Miller: Looming in the background of all of this and basically almost any city government question we can imagine is a gigantic looming overhaul of the way city government works. Going from a relatively small number of commissioners to three times that amount and not having commissioners be in charge of bureaus, plus a city manager or a city administrator. What could all of that mean for the future of this program?

Zielinski: It’s really interesting. There are a lot of different theories. I think it could remove some of the political baggage from the program because it would live under an unelected city bureaucrat who’d be in charge of it, the city administrator, not a politician. Here’s how PSU researcher Greg Townley put it:

Greg Townley (recording): “But I do think that if in the new city, former city government, if they have a city administrator, it somewhat fulfills that function of not being quite so vulnerable to the whims of one elected official.”

Zielinski: And fire officials also told me that they think this restructure could help streamline the program’s funding.

Miller: So I wanna get back to the budget which you mentioned earlier because, even before we get to the new city structure, there are some major budget questions that you outlined in your recent article. What’s happening? What’s the situation right now?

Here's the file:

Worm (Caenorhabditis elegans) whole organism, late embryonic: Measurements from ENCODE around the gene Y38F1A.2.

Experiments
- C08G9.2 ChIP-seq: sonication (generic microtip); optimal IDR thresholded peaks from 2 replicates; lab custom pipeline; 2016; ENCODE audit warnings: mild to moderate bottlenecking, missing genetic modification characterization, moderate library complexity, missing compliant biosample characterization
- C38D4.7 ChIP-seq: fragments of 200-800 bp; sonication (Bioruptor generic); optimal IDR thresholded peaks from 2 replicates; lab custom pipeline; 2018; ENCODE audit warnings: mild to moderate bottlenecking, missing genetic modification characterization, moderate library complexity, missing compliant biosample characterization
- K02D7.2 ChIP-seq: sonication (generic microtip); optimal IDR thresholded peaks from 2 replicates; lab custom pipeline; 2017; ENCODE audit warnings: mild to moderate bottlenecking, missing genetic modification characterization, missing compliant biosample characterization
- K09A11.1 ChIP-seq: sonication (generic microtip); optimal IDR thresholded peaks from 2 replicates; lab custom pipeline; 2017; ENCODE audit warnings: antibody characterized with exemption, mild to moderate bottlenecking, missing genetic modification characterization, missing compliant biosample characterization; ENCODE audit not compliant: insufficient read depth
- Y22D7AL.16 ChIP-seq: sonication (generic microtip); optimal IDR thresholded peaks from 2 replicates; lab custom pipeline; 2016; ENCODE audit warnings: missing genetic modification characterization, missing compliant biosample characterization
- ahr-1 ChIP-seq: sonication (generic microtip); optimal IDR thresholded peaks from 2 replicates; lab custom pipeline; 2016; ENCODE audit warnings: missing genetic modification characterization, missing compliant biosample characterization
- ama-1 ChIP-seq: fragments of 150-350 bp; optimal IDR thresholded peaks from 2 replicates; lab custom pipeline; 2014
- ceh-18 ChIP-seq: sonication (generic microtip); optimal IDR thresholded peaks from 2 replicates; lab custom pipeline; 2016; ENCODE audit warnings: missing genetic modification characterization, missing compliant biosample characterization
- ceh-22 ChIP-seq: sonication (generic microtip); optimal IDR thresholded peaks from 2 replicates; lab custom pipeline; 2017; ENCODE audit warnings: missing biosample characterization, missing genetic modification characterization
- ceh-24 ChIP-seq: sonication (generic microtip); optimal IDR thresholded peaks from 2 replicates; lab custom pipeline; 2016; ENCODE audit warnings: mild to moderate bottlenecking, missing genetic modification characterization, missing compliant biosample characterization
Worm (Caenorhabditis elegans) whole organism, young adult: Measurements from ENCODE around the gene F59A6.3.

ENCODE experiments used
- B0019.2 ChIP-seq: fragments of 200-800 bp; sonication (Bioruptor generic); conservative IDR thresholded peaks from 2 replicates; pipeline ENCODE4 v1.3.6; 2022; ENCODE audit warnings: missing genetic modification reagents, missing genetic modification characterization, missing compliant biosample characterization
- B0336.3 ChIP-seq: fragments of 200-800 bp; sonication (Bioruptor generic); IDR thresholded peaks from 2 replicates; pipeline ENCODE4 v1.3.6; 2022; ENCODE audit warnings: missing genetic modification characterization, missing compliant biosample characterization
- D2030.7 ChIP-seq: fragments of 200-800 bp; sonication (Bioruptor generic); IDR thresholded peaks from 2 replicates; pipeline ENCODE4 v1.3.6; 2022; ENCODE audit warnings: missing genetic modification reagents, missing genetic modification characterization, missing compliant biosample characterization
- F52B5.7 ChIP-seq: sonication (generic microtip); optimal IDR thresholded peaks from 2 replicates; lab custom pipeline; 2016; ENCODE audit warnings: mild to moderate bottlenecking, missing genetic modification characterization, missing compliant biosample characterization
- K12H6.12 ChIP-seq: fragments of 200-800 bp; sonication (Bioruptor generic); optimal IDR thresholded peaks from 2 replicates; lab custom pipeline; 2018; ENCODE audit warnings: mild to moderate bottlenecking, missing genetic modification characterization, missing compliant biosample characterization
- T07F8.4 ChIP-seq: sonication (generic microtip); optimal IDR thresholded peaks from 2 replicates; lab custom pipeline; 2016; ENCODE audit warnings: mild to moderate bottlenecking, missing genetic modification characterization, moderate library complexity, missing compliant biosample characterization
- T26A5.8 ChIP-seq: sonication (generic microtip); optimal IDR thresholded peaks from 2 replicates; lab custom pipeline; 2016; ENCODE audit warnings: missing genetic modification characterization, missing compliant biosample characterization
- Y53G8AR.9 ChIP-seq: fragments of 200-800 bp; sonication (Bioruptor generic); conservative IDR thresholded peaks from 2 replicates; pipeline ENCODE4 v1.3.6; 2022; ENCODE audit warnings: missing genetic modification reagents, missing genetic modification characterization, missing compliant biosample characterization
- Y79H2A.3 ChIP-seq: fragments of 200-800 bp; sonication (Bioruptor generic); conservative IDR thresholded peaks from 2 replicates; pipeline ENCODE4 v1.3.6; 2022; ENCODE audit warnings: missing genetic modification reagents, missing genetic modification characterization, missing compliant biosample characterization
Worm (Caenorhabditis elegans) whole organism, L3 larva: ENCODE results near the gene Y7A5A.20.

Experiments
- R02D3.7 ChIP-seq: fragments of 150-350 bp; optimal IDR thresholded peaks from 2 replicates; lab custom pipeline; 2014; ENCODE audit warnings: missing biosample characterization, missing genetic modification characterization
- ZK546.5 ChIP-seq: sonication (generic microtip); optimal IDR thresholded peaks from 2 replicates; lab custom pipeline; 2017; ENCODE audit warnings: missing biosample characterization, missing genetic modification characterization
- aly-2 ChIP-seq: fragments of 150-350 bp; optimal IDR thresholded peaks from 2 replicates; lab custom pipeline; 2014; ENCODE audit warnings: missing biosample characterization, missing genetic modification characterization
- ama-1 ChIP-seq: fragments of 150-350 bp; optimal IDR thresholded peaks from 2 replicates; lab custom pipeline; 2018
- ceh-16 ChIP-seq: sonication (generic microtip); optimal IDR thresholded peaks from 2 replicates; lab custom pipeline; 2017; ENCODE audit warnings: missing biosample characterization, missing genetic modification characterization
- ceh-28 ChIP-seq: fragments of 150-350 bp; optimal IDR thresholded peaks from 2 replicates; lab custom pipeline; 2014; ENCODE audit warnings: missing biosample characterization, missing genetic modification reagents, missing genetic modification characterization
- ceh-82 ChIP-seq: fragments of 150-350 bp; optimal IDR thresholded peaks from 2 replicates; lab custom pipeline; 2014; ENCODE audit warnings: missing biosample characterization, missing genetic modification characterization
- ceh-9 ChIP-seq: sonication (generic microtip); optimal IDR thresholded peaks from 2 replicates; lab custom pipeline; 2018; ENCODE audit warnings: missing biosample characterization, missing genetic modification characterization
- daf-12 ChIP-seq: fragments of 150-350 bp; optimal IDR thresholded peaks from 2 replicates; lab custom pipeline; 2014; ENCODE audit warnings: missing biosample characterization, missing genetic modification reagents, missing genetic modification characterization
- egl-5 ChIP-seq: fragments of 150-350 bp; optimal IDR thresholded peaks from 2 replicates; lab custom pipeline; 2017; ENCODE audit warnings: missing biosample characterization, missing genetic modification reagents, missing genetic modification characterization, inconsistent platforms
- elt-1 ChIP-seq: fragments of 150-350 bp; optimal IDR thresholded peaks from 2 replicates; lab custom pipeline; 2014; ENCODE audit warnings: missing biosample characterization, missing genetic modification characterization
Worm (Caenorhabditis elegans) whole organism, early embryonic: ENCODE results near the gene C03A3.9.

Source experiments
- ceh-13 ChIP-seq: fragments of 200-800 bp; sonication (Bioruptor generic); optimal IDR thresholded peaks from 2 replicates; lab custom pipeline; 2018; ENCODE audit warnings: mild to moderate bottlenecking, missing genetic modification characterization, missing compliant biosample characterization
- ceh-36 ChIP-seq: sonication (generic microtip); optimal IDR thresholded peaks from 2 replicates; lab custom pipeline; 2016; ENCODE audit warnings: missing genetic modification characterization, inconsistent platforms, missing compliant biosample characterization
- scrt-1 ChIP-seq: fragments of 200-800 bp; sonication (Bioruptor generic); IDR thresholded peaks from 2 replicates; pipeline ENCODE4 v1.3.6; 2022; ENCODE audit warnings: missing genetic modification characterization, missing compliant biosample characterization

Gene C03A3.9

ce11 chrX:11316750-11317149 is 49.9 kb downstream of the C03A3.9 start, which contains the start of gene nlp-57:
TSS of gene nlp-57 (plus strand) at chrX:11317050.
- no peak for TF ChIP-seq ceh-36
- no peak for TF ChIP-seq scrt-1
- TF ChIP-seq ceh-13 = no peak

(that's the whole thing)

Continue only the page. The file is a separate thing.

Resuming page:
Zielinski: Yeah, that’s a big question. So for the coming fiscal year which starts in July, Portland Street Response is mostly funded with just one-time dollars, meaning they won’t be available to help support the program in the following year. So the city doesn’t really have a clear plan for filling that coming funding gap. And one possibility for getting money through is a federal Medicaid grant. But the city still needs a fully staffed Portland Street Response to get those dollars, which kind of is antithetical to that option. So it’s unclear really what the long term funding option would be. The city does not have really the amount of money in their general fund to cover this every year.

Miller: Well, I mean, how serious is that? Is the program itself in danger of being shut down?

Zielinski: Not in the immediate future. I think there is a real interest from Commissioner Gonzalez and from leaders in the Fire Bureau that they want to keep this program going. They understand the role it plays and that it needs some room to grow. And I think we all, anyone who’s kind of understood how this program has rolled out, it’s only been around for a couple of years. There is space that needs to exist for it to really stretch its arms. But it really relies on these officials, who are saying that they’re gonna champion this program, to find that funding in the coming years. And we haven’t seen that yet, so it’ll really come down to budget season.

Miller: Alex, thanks very much.

Zielinski: Thank you.

Miller: Alex Zielinski is the Portland City Government Reporter for OPB.